Targeted marketing key to successful self-publishing
Self-published authors need to be more marketing savvy and more willing to dedicate time to the task of marketing, said Jeremy Robinson, author of POD People: Beating the Print-on-Demand Stigma.
“Marketing is really the only way a self-published author can get those first books sold and kick off the word-of-mouth machine,” he said.
Robinson learned this lesson the hard way when his first print-on-demand novel, The Didymus Contingency, initially failed to sell to readers outside his circle of friends and family. However, just one month after Robinson began proactively marketing the book, it became a Barnes&Noble.com bestseller and the #1 bestselling fiction title at print-on-demand publishing company Lulu.com. He also credits his marketing efforts to ultimately landing a book deal with Thomas Dunne/St. Martin’s Press.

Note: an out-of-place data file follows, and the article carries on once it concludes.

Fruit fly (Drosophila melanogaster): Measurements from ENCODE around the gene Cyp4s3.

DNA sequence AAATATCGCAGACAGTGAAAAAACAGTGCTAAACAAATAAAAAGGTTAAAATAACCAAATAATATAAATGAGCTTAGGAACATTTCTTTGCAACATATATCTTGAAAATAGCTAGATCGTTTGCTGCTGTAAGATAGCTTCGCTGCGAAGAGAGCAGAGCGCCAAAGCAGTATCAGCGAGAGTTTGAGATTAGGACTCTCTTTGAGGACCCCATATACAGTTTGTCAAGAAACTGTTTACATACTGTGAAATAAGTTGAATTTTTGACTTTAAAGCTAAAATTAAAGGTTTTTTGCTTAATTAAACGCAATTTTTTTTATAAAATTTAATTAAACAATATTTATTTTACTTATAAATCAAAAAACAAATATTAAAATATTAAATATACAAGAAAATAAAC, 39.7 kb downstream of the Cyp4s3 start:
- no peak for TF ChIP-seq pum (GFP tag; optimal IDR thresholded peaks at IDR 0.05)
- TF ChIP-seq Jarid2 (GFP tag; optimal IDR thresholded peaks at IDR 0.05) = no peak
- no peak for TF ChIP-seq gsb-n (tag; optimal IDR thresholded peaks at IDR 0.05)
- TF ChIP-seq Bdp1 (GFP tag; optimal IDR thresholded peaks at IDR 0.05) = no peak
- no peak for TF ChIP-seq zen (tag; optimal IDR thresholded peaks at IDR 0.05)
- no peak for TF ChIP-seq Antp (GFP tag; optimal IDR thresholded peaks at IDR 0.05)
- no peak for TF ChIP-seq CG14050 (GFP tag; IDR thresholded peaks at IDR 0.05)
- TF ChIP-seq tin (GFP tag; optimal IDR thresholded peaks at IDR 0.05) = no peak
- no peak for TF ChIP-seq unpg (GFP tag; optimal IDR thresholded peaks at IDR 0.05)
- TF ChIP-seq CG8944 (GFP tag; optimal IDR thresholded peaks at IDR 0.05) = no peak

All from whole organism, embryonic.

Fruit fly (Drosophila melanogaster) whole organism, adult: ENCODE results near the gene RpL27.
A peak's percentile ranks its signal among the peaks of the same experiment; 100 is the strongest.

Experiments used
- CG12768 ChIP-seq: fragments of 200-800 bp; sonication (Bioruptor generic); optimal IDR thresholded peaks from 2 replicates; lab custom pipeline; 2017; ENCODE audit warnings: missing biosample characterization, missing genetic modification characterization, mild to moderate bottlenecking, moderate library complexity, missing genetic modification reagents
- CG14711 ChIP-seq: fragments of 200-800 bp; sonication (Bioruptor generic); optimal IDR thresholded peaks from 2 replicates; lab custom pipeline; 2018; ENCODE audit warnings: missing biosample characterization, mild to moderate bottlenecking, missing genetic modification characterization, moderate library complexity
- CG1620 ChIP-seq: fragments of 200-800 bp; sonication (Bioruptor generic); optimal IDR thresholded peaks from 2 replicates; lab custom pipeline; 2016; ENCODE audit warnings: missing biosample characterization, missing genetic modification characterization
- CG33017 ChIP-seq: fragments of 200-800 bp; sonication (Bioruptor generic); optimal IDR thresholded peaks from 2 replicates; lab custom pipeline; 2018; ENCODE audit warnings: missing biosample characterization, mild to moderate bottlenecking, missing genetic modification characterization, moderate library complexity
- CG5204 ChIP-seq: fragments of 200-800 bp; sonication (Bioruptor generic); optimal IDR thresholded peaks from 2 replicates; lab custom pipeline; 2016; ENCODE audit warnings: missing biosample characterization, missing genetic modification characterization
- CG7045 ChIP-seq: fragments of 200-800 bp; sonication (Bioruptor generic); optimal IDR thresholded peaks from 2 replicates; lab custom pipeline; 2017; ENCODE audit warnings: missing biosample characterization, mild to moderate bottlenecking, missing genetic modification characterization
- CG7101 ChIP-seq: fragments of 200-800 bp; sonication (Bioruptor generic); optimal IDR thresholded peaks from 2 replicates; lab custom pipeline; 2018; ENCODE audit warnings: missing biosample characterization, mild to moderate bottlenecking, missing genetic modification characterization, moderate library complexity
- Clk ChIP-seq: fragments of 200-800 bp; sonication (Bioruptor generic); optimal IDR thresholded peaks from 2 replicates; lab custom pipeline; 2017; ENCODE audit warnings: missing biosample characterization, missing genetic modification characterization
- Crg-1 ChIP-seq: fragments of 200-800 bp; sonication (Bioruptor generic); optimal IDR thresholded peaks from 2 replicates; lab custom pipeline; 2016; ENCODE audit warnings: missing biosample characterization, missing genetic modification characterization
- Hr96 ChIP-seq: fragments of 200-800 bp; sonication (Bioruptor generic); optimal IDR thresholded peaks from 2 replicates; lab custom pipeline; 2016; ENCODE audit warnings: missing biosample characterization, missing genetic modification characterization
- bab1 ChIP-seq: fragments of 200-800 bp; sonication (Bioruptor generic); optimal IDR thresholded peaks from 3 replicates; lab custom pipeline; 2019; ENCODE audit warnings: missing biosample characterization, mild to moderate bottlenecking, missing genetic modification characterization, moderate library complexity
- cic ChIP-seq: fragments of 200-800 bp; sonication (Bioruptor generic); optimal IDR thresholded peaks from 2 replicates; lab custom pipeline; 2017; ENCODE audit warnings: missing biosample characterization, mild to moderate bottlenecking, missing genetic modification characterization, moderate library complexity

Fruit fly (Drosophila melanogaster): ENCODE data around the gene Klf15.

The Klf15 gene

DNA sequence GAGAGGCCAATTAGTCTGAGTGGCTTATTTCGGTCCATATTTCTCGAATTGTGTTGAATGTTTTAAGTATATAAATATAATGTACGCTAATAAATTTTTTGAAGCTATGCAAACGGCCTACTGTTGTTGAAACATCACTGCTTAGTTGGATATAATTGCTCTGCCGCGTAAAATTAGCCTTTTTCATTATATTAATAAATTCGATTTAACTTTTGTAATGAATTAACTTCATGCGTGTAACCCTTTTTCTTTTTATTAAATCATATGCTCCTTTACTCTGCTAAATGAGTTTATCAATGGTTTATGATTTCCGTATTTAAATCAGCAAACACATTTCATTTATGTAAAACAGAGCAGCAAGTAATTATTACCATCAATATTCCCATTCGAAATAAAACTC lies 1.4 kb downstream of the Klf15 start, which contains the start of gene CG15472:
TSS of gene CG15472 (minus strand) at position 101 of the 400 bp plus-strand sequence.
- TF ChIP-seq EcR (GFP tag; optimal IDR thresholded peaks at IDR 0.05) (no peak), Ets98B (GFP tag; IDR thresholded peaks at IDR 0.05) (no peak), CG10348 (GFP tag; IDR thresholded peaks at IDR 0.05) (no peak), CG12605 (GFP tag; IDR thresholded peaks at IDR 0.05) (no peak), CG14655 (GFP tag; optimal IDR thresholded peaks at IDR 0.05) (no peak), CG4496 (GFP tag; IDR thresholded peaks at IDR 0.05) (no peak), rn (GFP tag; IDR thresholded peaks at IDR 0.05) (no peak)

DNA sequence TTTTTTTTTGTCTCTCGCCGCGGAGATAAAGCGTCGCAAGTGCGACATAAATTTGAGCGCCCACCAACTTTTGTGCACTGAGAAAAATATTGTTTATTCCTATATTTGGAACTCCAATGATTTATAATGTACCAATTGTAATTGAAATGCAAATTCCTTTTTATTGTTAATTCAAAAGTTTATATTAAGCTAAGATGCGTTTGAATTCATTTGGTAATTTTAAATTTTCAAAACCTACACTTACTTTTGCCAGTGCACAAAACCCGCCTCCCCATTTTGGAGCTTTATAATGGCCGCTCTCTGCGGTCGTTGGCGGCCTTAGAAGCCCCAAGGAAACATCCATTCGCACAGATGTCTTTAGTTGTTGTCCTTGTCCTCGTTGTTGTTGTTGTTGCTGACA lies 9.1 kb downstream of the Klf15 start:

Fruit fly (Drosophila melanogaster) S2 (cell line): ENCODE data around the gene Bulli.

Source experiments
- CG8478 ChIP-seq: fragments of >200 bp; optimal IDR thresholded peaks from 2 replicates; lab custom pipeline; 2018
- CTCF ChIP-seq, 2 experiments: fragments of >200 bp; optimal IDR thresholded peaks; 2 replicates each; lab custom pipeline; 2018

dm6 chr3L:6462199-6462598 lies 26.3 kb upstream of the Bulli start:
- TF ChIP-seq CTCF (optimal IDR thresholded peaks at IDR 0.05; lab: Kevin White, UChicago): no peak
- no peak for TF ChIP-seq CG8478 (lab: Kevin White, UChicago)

After what Robinson describes as “long years of trial and error” experimenting with a wide range of marketing techniques, he found that locating his audience and specifically targeting them with his marketing efforts was the most successful strategy.
“Spending time marketing to a general audience is a waste of time, and possibly money, because only a percentage of them are going to be interested in your book,” he said.
Robinson shares the following ideas for targeting your marketing:
- Visit online discussion forums related to your discipline and take part in conversations.
- Create YouTube videos demonstrating physics experiments, for example, and include your book information at the end.
- Find out where teachers hang out online and join the conversation.
- Offer free copies of your book to teachers. Getting added to a curriculum means yearly sales you can count on.
“Whatever you do, don’t be afraid to experiment,” he said. “The worst thing you can do for your book is not try.”